Shock Your Way to Happiness
The Doctor unveils the workings behind shock treatment
I was feeling sick I was losing my mind I heard about these treatments
From a good friend of mine he was always happy smile on his face
He said he had a great time at the place…
Gimme gimme shock treatment Gimme gimme shock treatment
Gimme gimme shock treatment I wanna, wanna shock treatment….
Peace and love is here to stay
and now I can wake up and face the day
Happy happy happy all the time shock treatment, I’m doing fine_
– The Ramones
Don’t stick you finger in the electrical socket! That’s one of the first things you learn as a kid, right? Otherwise, as all proper cartoons show, you’ll end up with singed eyebrows and a wild poufy Einstein-style ‘do. But all joking aside, electrocution is a serious business. People die from electrical burns, whether they have been hit by lightening or deliberately executed in the electric chair. (If you’re worried about the former, and you find yourself the tallest object in an open field during an electrical storm, LIE DOWN. If you are worried about the latter…stay out of trouble. Or write to your congress person.) Bottom line, most people prefer not to be zapped with electricity…except when it can cure disease.
Psychiatrists currently use electroconvulsive therapy (ECT) for a variety of psychiatric disorders, but most commonly ECT is used for severe, treatment-resistant major depression, usually for inpatients who are too depressed to function outside the hospital.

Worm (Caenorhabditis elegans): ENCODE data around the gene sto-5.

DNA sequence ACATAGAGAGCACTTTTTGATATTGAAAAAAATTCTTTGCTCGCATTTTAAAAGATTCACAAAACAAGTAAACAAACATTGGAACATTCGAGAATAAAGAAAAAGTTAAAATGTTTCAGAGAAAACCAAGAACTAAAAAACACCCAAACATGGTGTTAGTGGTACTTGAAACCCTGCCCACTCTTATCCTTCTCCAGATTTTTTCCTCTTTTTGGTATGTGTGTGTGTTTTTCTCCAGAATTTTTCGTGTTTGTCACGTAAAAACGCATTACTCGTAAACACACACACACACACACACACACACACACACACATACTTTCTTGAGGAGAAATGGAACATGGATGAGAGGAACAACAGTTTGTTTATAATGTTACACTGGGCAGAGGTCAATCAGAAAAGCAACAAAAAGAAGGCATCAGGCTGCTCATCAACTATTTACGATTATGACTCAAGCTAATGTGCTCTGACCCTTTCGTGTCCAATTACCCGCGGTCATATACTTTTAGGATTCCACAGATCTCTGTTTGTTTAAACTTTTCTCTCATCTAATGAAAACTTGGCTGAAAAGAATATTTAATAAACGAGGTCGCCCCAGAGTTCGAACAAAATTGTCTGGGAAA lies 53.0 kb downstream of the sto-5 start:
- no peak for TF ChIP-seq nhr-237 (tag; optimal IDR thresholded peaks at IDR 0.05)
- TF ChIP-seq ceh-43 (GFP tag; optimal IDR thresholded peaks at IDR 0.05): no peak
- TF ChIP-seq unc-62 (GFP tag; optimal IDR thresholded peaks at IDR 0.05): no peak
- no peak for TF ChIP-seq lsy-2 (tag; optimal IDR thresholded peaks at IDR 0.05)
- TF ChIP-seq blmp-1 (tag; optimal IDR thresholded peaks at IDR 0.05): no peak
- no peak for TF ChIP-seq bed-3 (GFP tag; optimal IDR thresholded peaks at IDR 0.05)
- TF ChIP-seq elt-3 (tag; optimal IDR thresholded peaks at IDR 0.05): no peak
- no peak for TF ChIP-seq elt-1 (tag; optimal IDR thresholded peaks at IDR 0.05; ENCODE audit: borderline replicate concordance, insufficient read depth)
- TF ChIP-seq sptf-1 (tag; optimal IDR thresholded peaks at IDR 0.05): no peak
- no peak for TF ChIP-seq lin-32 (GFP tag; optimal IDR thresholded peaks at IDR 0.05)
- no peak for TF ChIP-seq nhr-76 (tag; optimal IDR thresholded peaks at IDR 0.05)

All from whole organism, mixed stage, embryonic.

That’s to say, for patients who remain depressed, even when they have received a variety of different drugs and therapy. Why does ECT work? The current theory suggests that ECT induces seizures which, in a sense, can help “reset” a person’s brain, improving their mood and cognitive functioning. ECT can be especially helpful in older patients for whom certain medications may cause intolerable side effects, such as dangerously low blood pressure.
You may have seen electroconvulsive therapy (ECT) portrayed in the movies…in a, shall we say, less than positive light. Some poor terrified psychiatric patient (let’s call him Fred) is strapped to a table, wide awake. A merciless psychiatrist turns up the dial – despite his restraints, Fred’s body nearly jumps off the table as millions of volts of electricity shoot through his brain. Afterwards, Fred is weak, vague and confused, a mere shadow of his former self. (If you saw the movie “A Beautiful Mind,” you saw Russell Crowe undergo insulin shock therapy, an old-fashioned form of treatment based on ideas similar to ECT.)
These days, electroshock therapy is nothing like the horror show portrayed by the media. Patients are under anesthesia during the treatment, so they do not feel any discomfort during the procedure. However, a frequent patient complaint is memory loss – some patients lose some or all of their memories from time they underwent ECT – say for a two-week period. A few people have more serious memory loss, and some have no memory loss; as with most forms of therapy, side effects vary from patient to patient. A number of famous folk have undergone ECT, some successfully (like iconic fashion designer Yves St. Laurent) and some not so successfully (like poet Sylvia Plath.)
So the next time you screw in a light bulb and flip on the switch, remember that the electricity brightening your room might be same electricity brightening someone’s mood.